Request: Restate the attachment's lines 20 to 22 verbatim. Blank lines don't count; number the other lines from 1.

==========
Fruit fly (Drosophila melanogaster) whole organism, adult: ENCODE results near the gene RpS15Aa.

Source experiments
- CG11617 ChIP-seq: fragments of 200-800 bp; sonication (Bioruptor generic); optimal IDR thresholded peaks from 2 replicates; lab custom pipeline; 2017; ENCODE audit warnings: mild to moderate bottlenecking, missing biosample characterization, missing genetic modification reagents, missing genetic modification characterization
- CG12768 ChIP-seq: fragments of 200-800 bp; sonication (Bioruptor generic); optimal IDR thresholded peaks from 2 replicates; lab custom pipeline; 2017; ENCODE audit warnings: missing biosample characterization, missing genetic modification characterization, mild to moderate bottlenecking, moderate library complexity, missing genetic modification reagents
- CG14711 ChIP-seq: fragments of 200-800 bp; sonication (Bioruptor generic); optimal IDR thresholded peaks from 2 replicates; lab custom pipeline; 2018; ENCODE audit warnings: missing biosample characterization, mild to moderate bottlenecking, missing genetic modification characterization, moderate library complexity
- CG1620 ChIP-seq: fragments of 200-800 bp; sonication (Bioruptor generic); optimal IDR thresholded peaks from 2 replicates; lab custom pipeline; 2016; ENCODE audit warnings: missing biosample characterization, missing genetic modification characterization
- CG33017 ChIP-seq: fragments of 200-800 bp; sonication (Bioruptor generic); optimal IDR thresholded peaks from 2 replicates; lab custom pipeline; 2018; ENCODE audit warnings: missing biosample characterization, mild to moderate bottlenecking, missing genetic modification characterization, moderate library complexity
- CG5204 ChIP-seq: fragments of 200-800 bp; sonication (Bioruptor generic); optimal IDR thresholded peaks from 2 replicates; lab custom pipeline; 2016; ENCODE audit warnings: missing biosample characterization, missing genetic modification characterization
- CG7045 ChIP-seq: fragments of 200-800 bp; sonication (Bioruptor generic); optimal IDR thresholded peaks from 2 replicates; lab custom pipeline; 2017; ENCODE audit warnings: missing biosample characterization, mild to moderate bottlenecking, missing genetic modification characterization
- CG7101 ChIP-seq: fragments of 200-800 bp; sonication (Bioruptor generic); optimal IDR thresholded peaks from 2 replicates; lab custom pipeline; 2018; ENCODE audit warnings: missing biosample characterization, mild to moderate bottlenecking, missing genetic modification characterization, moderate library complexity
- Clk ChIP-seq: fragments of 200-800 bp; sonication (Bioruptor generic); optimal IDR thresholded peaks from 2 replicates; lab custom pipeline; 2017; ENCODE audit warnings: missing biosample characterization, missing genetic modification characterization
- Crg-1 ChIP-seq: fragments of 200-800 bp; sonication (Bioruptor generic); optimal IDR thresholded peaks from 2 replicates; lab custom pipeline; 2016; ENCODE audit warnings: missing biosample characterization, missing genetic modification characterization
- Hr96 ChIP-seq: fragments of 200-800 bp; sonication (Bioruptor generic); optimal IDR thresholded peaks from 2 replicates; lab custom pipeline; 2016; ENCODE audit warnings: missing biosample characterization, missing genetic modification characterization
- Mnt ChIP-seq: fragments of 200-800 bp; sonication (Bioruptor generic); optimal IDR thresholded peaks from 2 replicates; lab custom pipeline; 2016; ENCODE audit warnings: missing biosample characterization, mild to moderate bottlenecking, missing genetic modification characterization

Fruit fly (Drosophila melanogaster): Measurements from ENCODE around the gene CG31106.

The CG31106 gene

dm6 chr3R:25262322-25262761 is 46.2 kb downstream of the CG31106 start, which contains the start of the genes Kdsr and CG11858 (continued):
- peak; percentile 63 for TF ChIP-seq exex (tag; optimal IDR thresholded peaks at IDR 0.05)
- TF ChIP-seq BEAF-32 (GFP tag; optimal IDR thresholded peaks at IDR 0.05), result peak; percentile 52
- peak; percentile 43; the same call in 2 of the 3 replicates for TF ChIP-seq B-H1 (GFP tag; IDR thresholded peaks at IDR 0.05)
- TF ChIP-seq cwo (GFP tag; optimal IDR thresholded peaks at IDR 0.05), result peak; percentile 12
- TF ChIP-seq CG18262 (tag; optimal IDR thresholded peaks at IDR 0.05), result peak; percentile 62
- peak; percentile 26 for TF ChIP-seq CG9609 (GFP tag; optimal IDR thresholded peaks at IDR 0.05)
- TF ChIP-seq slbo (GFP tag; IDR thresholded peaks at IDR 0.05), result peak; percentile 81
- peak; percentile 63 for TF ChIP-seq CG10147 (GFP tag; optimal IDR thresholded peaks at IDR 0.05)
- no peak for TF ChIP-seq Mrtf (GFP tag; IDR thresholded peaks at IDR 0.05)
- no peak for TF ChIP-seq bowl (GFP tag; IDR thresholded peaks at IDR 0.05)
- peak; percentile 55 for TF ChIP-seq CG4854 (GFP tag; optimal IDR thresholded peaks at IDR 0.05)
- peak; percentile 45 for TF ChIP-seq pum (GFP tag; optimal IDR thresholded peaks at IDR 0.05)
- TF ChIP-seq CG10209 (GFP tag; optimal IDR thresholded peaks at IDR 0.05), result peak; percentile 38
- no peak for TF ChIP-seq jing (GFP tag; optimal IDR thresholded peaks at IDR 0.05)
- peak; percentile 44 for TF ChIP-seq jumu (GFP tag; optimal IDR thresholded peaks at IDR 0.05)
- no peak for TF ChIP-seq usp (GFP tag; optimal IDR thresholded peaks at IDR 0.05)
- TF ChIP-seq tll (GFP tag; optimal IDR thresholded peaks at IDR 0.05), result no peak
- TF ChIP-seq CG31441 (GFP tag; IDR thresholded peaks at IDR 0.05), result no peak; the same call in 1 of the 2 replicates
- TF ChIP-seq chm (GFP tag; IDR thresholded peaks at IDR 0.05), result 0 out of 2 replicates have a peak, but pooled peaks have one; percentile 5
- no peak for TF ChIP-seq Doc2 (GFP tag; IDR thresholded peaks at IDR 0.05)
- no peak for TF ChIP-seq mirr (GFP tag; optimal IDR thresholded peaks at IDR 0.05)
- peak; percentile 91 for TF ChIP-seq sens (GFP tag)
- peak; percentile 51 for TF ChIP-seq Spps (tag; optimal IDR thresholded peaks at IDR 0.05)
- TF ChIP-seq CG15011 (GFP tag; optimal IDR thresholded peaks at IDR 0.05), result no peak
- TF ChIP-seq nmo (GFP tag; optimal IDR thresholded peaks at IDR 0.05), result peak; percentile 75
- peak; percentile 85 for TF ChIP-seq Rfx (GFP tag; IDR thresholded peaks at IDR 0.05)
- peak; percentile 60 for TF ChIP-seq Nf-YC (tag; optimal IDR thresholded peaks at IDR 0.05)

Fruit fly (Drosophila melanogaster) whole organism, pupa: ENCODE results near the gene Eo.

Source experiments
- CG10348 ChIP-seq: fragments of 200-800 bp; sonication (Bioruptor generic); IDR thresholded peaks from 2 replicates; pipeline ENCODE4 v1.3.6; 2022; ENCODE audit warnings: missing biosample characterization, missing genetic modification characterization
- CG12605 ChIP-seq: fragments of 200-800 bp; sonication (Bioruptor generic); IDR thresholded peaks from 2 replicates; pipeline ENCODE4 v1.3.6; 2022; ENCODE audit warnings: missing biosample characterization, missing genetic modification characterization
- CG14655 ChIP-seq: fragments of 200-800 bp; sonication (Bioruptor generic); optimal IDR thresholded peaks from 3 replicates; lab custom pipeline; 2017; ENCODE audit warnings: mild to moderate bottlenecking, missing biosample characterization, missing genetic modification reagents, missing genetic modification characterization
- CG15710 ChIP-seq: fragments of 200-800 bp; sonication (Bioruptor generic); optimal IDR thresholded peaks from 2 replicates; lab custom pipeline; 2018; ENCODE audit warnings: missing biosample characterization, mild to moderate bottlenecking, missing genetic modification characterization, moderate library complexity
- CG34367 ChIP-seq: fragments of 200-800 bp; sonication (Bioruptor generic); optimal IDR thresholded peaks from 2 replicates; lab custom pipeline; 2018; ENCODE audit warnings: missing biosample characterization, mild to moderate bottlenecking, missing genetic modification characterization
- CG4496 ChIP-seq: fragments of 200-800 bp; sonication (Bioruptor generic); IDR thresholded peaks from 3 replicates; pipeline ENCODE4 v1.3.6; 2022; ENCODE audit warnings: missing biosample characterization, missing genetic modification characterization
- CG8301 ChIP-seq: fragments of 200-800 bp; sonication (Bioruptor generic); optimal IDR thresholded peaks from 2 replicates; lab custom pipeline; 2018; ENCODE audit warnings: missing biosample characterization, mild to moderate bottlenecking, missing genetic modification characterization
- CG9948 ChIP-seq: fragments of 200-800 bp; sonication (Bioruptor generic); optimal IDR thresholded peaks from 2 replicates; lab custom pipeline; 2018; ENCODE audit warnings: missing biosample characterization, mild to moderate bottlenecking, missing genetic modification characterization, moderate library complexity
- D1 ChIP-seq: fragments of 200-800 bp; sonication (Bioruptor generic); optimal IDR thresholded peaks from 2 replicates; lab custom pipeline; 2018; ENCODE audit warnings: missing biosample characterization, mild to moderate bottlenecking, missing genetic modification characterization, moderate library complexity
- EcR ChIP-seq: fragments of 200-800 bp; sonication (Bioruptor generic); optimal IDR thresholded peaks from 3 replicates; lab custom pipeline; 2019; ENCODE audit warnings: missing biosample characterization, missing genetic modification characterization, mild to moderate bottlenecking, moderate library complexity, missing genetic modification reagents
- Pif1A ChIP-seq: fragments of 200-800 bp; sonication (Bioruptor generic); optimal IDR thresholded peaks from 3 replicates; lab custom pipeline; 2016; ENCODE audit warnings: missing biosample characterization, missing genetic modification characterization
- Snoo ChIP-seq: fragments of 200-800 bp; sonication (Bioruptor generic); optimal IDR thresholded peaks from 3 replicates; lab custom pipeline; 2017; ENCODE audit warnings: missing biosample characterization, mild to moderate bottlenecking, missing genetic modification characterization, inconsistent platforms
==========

- peak; percentile 43; the same call in 2 of the 3 replicates for TF ChIP-seq B-H1 (GFP tag; IDR thresholded peaks at IDR 0.05)
- TF ChIP-seq cwo (GFP tag; optimal IDR thresholded peaks at IDR 0.05), result peak; percentile 12
- TF ChIP-seq CG18262 (tag; optimal IDR thresholded peaks at IDR 0.05), result peak; percentile 62